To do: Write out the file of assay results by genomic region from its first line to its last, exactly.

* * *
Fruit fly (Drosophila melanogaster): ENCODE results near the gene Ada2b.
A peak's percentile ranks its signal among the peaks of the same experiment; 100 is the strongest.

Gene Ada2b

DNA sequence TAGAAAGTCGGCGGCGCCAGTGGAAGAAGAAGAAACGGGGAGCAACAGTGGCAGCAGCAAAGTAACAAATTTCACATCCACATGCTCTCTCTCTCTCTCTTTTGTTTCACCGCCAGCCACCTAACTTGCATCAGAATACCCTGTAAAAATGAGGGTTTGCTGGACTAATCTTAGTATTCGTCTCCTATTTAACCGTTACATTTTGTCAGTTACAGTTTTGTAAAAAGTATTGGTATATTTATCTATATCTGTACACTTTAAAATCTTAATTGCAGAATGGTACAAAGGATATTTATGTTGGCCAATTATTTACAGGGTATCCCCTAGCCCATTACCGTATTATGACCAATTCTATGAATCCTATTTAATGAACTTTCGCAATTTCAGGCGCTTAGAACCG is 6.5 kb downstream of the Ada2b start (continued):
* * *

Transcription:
Fruit fly (Drosophila melanogaster): ENCODE results near the gene Ada2b.
A peak's percentile ranks its signal among the peaks of the same experiment; 100 is the strongest.

Gene Ada2b

DNA sequence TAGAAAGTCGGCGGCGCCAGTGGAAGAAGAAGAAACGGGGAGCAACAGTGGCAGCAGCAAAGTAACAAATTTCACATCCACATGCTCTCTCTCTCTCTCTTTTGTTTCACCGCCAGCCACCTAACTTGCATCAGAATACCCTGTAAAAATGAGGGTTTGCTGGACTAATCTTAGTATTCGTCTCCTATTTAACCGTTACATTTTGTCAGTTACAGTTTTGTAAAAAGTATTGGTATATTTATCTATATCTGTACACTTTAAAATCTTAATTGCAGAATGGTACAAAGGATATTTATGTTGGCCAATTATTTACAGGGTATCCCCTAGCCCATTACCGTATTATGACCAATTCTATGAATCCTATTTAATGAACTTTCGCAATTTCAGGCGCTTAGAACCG is 6.5 kb downstream of the Ada2b start (continued):